The tribute is big stuff in jazz and the tribute to Thelonious Monk is really big stuff. That Jimmy Owens would choose to do such a thing on his debut recording as a leader on IPO Recordings is gutsy, to say the least, but The Monk Project largely works because of the trumpeter’s commitment to Monk’s insistence that those tackling his work “play it right.”
The jazz world is a tricky one, sometimes a maddening mistress. It can be narrow-minded and big-headed, often snubbing the “outside world” in favour of its own mores. This approach, while sometimes vital when it comes to preserving jazz traditions, can create a sense that nothing is moving ahead.
Happily, The Monk Project is fresh and funky. It breathes, moves forward with cheek. It swings like it damn well should. It is jazz “played right.”
Owens has already been featured on a number of big band and small group recordings, including IPO’s One More: The Music of Thad Jones. For this recording, he’s enlisted a careful crew that includes saxophonist Marcus Strickland, trombonist Wycliffe Gordon, pianist Kenny Barron, bassist Kenny Davis, drummer Winard Harper, and baritone saxophonist/tubist Howard Johnson.
Now anyone who knows even the slightest thing about Monk knows that his approach to piano was less than conventional. He took to it with mind and spirit; he wanted to illustrate that the ivories had a pulse and a beating heart to go with it. And Monk wasn’t afraid to screw a good melody around until it got giddy and thanked him open-handedly for the good time.
One of the magical things about The Monk Project is how Owens, also an educator, turns the keys to the arrangements over to some young lions to try to capture that playfulness. Eyal Vilner, a saxophonist/clarinetist, gets to handle the arranging duties on the record’s opening track. His take on “Bright Mississippi” is sprightly, cut with splish-splashes of horns and cheerful percussive control. There’s some awesome unison playing, too.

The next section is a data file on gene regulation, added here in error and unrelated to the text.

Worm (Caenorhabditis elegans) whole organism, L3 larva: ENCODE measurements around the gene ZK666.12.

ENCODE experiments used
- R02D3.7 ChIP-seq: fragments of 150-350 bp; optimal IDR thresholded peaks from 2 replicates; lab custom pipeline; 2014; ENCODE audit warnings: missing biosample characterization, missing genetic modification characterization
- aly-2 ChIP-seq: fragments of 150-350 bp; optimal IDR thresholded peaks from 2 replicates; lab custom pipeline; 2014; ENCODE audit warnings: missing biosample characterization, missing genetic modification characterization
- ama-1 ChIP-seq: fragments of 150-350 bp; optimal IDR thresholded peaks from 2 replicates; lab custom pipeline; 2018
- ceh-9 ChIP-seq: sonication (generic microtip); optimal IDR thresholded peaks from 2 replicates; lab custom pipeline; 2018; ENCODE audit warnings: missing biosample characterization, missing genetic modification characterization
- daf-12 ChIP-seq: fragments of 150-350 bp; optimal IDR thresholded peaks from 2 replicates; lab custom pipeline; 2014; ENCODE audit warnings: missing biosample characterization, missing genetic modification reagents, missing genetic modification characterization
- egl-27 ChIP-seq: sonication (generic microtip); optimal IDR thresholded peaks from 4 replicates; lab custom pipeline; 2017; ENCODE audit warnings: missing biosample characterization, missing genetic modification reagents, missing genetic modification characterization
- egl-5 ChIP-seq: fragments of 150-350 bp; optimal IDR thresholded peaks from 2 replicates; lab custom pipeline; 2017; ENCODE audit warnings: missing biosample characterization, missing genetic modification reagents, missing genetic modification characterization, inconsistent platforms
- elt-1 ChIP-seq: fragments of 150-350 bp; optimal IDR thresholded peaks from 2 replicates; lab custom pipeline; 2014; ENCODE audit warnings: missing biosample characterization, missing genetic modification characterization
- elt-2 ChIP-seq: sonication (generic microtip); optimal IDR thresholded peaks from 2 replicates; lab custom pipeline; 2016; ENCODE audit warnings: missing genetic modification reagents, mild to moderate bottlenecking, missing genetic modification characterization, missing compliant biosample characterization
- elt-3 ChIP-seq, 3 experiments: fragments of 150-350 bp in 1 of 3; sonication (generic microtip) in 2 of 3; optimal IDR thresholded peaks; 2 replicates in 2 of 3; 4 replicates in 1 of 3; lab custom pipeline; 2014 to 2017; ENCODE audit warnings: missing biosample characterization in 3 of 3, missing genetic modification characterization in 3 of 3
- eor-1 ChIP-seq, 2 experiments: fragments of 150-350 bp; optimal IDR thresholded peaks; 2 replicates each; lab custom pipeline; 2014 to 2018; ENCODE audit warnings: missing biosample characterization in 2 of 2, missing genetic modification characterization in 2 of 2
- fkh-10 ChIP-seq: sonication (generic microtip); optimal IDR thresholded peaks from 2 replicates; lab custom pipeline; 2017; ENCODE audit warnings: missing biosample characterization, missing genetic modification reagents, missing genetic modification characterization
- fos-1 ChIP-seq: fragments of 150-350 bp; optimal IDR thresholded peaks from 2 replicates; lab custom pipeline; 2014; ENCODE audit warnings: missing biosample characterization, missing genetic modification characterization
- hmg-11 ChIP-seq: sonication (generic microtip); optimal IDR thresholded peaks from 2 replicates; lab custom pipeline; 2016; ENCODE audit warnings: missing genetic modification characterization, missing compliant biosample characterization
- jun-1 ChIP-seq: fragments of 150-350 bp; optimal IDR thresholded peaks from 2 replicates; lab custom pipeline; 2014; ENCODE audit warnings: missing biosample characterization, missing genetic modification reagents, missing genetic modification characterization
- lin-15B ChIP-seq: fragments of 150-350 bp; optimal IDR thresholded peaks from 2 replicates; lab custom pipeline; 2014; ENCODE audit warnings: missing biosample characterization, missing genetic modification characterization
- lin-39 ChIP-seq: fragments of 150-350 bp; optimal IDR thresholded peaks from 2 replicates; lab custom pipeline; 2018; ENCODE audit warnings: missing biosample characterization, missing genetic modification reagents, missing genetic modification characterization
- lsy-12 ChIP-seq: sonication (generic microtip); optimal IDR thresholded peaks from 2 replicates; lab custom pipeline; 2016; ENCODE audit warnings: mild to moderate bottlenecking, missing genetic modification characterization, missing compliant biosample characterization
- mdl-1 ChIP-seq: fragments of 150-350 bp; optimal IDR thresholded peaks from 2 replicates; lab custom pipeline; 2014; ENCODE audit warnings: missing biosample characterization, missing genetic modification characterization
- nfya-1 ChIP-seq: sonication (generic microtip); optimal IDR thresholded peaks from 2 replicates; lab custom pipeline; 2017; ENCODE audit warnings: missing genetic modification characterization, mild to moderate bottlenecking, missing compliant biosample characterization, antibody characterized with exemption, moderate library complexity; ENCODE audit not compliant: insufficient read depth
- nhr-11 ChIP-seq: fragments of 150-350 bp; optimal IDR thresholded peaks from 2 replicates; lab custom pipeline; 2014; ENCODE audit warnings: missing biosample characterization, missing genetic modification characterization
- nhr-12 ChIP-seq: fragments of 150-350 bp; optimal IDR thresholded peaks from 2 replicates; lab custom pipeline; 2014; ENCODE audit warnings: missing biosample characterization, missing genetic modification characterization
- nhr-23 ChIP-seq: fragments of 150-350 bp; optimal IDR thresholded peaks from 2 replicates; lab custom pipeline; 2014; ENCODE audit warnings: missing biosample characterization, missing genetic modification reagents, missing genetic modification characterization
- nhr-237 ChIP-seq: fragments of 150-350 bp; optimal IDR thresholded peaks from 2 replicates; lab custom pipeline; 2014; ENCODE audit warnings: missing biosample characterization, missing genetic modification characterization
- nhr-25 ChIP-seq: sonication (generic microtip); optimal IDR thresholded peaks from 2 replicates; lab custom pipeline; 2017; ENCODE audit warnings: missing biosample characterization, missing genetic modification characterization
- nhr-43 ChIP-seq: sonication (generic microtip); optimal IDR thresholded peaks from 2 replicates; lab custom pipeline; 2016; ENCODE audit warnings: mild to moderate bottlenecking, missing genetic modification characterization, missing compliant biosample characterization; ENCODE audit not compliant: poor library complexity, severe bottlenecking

My favourite track is the dodgy lowdown blues of “Blue Monk.” The piece is perhaps an obvious choice, but I’ll be damned if this isn’t a fun track. The song takes the step of New Orleans funeral march and the band snarls like hell, with Gordon taking to a plunger-muted trombone solo like a wino shouting curses from an alleyway. This is murky, dirty jazz.
Out of the muck is another familiar Monk tune, “Pannonica.” Owens’ company gets to play a slowed-down version of the original, which opens up some more space thanks to its careful pace. Solos are immaculate and clear, with a reflective air taking hold when Owens’ trumpet takes hold.
So while it would be easy to abandon this as just another tribute project, Owens’ exuberance for the music and his nose for the future keep it from sinking into the monotony that plagues too many junctions of the modern jazz world. The Monk Project is a lively, daring vision of Thelonious Monk that looks ahead at where this great musician can take us. It is not a static idea, thank goodness, and it pops like good jazz should.